A Site Selector's Perspective
April 13, 2020 -
As the COVID-19 pandemic has swept throughout the United States, the entire business landscape has been disrupted. Delaware Prosperity Partnership, however, is continuing its work to attract, grow and retain companies, build a stronger entrepreneurial and innovation ecosystem and support private employers in identifying, recruiting and developing talent throughout Delaware. Part of DPP’s work involves engaging with representatives from various sectors of the economic development arena to discuss how the crisis is affecting what they do and what the disruption means to Delaware.
Lindsey Cannon has been a director/site selection consultant with Quest Site Solutions in Greenville, S.C., focusing on industrial manufacturing and distribution, since 2018. She previously worked in site selection with McCallum Sweeney, also in Greenville, S.C., for almost 10 years, and in various roles with the South Carolina Department of Commerce for more than two years.
Before participating in the statewide familiarization tour DPP hosted last year, Cannon had never been to Delaware. Among her takeaways? The fact that you literally can get anywhere in the world from Delaware – and what an asset such convenience is to businesses looking to locate and grow here.
Cannon recently spoke with DPP by telephone to provide her perspective on the COVID-19 crisis and what kind of pivots the pandemic is requiring of the business world.
LC: One of the things that really stood out to me was how close you are to Philadelphia International Airport. That was eye-opening and probably the number one item that stood out to me. It really gives you an opportunity to really sell yourself as in, “Delaware may not have its own international airport, but the state doesn’t have all of the expenses and liability that go with running an airport and you still get access to all of those ‘big city’ things.” Even being in the southern part of Delaware, you're still very, very close to the international airport. From anywhere in Delaware, you can get to the international airport and get around the world.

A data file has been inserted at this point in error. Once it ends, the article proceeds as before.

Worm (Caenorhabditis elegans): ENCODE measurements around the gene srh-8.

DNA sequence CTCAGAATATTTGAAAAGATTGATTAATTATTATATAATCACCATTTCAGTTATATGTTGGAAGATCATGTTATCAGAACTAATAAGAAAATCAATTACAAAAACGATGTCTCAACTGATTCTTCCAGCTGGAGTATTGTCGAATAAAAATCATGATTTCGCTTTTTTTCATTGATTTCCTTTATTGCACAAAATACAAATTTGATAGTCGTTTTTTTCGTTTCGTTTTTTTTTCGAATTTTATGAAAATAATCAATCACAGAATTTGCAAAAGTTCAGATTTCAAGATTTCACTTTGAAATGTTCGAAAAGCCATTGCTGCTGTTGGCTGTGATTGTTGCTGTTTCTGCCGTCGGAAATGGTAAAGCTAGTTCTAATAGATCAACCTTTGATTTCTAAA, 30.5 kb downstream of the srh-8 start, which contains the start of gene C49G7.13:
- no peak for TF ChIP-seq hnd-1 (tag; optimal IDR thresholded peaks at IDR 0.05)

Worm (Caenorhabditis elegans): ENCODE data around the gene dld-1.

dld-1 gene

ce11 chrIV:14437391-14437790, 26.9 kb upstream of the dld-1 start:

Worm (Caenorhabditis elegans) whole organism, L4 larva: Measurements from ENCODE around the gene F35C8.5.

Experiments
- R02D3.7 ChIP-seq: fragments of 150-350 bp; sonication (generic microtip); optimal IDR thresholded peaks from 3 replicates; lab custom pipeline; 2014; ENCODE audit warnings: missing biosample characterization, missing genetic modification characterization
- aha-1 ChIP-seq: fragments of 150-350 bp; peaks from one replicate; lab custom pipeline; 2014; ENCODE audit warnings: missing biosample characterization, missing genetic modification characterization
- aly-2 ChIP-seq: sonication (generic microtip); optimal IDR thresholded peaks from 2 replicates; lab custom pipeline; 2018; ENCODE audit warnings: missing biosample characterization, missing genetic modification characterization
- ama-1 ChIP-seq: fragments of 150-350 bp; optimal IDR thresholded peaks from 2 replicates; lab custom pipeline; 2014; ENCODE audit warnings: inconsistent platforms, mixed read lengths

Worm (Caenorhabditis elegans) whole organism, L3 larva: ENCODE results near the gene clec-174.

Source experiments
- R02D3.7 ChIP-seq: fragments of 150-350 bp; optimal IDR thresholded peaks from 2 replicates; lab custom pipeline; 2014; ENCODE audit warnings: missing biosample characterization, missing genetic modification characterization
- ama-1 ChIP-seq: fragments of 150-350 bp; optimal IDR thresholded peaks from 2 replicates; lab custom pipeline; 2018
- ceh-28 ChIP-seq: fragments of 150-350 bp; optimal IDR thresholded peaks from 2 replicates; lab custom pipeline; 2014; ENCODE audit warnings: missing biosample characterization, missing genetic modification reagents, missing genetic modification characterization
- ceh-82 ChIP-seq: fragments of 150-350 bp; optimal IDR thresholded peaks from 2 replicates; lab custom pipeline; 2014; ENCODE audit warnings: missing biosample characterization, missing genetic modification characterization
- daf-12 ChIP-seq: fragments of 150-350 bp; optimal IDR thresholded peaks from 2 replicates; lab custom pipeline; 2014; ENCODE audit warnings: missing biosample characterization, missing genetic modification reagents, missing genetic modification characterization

LC: For active projects, getting to a good stopping point in the process is what most clients are working toward – so there's still some activity there currently. For projects that are close to announcement, businesses are hitting the pause button. They still believe they’re going to build the facility, but they don't want to announce it and then COVID-19 takes longer than projected and they have to reallocate resources in a different direction.
LC: If you look at the heart of the crisis right now, it’s tourism, retail and restaurants that have been hit the hardest. While manufacturing has certainly been impacted, it has not been hit as hard since many of those operations are considered essential. Depending on how long the COVID-19 pandemic continues, though, it could have a substantial impact on the manufacturing and distribution sectors because tourism, retail and restaurants aren’t buying as they did in the past, so that's going to have an impact on companies.
LC: I think all companies are going to reassess their supply chains. The pandemic has put a lot of stresses on a variety of industries, and I'm curious to see how supply chains evolve. Because as companies reassess, it may lead to some new opportunities.
LC: Looking at real-time job-posting data, even through all of this, there is not currently a drop in job postings that I would have expected to see. There is definitely a big drop-off, but it's not as substantial as I expected. It's going to be interesting for people that have been laid off in these current times. Will they be picked up by “key essential businesses”? Some of those employees may end up working in, say, a manufacturing facility and have benefits they didn't have before. Some employers – I think it was Costco and a few others – have said, “Hey, we're giving all of our employees $2 more an hour during this time.” But is that going to set a new precedent? Workers will have adjusted to living on more dollars an hour. So when this is over, will they go find a job where they continue to get that $2 more an hour? It's going to be extremely interesting to see the impact that has.
LC: I’m still working on project work, but I also have been able to cross a few things off my to-do list. Some of them had been on my list for a year or two! I'm trying to personally take advantage of the current situation, because at some point the crisis is going to end. And I think companies are doing what I'm doing, saying, “OK, let's get everything in order that we can now so that when it’s over, we're ready to proceed.”